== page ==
Elon Musk, once again the world's richest person, is selling all his possessions so people know he's serious about colonizing Mars

Elon Musk, once again the world's richest person, is selling all his possessions so people know he's serious about colonizing Mars
  • Elon Musk on Thursday surpassed Jeff Bezos to reclaim the title of world's richest person.
  • Musk says he's selling his possessions and wants as much capital as possible to fund a Mars colony.
  • He discussed his space-exploration plans with Mathias Döpfner, CEO of the publisher Axel Springer.

Elon Musk, re-crowned as the world's richest person on Thursday, has grand plans for his roughly $200 billion net worth.

The CEO of Tesla and SpaceX plans to dedicate as much money as he can to colonizing Mars, and he's selling most of his material possessions in the process, the billionaire said in a December interview with Mathias Döpfner, the CEO of Insider's parent company, Axel Springer.

"In fact, I'll have basically almost no possessions with a monetary value, apart from the stock in the companies," Musk told him. "If things are intense at work, I like just sleeping in the factory or the office. And I obviously need a place if my kids are there. So, I'll just rent a place or something."

Musk announced last May that he planned to sell "almost all" of his belongings and that he "will own no house." Since then the entrepreneur has sold off several homes in his real-estate portfolio, which was once worth upward of $100 million.

In 2020, Musk sold several high-dollar pieces of property, including three neighboring homes in the Bel-Air neighborhood of Los Angeles and an estate formerly belonging to the actor Gene Wilder.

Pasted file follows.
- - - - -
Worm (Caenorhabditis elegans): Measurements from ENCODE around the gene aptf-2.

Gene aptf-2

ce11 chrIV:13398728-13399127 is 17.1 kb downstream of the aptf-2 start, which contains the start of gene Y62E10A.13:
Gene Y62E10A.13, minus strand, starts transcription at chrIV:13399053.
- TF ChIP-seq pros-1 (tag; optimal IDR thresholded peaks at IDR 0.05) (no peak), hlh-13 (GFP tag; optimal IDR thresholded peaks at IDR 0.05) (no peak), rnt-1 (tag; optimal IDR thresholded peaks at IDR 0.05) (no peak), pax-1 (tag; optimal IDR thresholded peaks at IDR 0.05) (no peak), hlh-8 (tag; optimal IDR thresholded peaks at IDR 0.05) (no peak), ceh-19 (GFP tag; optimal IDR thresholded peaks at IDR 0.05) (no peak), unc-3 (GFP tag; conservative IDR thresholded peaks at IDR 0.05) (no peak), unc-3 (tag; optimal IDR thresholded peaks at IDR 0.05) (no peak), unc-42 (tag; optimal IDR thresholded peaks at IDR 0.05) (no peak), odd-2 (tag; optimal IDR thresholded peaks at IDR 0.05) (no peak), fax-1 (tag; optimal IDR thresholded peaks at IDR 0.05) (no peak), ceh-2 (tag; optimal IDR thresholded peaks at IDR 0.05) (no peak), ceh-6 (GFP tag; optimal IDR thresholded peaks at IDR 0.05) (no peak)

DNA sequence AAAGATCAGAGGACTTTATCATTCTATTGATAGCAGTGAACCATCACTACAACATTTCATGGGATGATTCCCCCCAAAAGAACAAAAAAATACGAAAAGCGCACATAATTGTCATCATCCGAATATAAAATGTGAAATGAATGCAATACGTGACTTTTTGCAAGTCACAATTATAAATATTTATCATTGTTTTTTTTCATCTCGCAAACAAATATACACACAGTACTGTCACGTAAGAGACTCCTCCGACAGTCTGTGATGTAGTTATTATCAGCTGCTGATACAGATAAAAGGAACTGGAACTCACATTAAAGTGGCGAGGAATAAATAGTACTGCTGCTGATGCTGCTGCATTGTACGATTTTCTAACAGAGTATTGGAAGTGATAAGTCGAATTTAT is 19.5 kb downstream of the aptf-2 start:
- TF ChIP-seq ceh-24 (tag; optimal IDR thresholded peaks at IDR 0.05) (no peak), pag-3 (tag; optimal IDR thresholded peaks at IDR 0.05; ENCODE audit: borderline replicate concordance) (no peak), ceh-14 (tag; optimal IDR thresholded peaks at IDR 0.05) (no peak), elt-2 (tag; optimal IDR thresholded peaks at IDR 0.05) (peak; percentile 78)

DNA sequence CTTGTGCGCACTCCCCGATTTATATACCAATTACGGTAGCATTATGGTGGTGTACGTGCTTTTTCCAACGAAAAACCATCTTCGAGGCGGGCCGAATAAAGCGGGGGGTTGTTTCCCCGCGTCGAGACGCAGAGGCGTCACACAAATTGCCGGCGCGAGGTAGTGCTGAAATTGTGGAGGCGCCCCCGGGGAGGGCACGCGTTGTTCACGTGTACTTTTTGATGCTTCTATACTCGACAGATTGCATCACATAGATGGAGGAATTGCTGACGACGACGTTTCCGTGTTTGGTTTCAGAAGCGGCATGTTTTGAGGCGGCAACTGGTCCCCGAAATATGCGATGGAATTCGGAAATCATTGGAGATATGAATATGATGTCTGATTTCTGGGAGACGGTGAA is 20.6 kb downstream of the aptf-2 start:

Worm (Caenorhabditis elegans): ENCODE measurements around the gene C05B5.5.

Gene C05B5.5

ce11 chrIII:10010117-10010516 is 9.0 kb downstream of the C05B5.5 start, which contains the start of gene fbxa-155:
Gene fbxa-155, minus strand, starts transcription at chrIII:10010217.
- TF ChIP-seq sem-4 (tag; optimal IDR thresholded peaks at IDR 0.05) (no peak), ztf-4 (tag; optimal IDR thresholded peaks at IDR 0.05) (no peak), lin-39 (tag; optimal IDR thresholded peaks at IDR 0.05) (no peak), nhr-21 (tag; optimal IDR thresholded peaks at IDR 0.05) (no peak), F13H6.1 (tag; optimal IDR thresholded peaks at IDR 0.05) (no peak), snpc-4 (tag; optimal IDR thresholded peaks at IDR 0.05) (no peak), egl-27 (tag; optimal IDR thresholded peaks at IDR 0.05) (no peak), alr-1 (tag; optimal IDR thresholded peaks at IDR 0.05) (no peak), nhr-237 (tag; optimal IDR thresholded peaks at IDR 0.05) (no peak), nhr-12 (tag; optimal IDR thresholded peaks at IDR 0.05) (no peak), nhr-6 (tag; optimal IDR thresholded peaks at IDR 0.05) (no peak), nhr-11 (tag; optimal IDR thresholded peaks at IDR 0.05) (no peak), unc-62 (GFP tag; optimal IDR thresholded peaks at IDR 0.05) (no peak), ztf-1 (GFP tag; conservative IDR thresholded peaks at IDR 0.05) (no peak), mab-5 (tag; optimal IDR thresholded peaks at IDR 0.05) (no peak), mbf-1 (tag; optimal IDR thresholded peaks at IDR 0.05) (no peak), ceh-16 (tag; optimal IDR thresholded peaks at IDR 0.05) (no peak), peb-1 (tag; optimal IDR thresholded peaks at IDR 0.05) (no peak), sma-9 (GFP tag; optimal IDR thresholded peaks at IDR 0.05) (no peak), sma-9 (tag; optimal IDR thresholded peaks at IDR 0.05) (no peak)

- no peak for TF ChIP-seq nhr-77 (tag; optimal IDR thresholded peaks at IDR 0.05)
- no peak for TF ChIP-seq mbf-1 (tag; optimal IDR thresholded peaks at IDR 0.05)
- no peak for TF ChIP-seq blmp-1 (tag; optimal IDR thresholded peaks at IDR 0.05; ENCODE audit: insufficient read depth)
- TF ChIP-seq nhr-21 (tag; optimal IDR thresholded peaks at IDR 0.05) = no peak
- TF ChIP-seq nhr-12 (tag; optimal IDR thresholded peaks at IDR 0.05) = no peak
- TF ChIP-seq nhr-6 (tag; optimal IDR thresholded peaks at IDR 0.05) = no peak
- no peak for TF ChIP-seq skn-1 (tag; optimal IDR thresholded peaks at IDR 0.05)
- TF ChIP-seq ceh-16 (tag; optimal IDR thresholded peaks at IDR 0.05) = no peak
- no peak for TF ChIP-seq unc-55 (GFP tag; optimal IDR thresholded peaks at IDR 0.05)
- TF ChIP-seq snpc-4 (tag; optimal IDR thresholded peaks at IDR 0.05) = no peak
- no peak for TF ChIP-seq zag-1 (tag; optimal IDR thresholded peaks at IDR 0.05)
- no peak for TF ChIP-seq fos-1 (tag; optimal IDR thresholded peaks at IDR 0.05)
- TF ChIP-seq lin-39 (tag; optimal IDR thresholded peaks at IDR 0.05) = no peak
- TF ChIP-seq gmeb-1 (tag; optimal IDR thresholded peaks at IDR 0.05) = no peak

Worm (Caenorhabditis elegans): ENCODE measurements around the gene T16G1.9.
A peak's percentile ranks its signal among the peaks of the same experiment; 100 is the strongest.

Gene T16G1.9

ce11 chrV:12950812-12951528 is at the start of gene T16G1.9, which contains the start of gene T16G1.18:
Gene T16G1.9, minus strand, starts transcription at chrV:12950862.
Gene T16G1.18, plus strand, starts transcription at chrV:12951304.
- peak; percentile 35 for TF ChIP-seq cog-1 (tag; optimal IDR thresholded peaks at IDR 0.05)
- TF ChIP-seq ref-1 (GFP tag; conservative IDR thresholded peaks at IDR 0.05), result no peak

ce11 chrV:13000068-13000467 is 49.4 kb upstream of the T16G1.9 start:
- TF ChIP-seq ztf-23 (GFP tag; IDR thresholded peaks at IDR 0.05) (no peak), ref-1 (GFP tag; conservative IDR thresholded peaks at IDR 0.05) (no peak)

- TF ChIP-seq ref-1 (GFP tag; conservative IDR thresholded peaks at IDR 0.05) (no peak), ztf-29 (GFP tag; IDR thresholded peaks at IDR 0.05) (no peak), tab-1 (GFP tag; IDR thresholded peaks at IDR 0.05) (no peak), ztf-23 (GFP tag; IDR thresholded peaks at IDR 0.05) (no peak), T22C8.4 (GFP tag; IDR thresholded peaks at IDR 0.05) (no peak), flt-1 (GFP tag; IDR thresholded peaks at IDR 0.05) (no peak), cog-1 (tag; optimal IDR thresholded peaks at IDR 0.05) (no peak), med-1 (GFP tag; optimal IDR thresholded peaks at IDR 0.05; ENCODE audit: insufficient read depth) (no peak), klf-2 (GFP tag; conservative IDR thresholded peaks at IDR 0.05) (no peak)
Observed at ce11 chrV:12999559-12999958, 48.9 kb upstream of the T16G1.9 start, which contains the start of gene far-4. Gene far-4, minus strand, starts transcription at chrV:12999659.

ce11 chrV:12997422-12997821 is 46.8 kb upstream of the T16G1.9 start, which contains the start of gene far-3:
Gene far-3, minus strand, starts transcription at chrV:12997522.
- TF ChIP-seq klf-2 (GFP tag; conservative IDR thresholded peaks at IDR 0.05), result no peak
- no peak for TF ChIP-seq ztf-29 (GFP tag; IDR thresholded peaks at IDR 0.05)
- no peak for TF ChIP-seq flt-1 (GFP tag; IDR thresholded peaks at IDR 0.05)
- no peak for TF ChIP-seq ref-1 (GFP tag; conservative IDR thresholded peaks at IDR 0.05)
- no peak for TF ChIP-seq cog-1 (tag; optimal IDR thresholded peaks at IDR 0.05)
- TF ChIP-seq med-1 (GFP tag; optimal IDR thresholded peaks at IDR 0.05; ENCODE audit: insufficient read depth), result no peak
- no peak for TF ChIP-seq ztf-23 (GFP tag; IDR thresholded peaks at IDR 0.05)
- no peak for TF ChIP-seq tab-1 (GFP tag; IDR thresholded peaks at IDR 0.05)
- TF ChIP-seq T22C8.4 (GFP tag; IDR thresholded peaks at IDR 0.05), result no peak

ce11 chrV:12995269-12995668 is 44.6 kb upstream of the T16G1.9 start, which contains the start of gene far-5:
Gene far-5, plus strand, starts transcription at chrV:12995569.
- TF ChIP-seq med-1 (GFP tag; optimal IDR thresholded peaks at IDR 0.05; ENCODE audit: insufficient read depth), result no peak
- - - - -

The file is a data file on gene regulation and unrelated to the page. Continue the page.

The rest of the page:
Musk might well be parting ways with his California real estate as part of his move to Texas, which has no state income tax. But the billionaire also told Döpfner he was accumulating wealth not for material possessions but to eventually fund a colony on Mars.

"I think it is important for humanity to become a spacefaring civilization and a multiplanet species. And it's going to take a lot of resources to build a city on Mars," Musk said. "I want to be able to contribute as much as possible to the city on Mars. That means just a lot of capital."

To Musk, parting ways with his material possessions also signals that he's committed to going to Mars.

"I'm also just trying to make clear that I'm serious about this," he said. "And it's not about personal consumption. Because people will attack me and say, oh, he's got all these possessions. He's got all these houses. OK, now I don't have them anymore."

As Musk's net worth eclipsed that of Amazon CEO Jeff Bezos for the first time thanks to an early-morning Tesla stock rally on January 7, the CEO changed the pinned post on his Twitter profile to a 2018 tweet in which he promised to commit half of his wealth to building a city on Mars "to ensure continuation of life (of all species) in case Earth gets hit by a meteor like the dinosaurs or WW3 happens & we destroy ourselves."


The SpaceX founder has said he plans to send 1 million people to Mars by 2050 and build a fleet of 1,000 Starships to ferry them there. Musk aims to launch three of the 387-foot rockets SpaceX is developing for deep-space travel each day.

And lest you think a trip to Mars is too expensive for most people, Musk has said he intends for there to be "loans available for those who don't have money" and jobs on the red planet for colonists to pay off their debts. Some critics say Musk's plans resemble an interplanetary form of indentured servitude.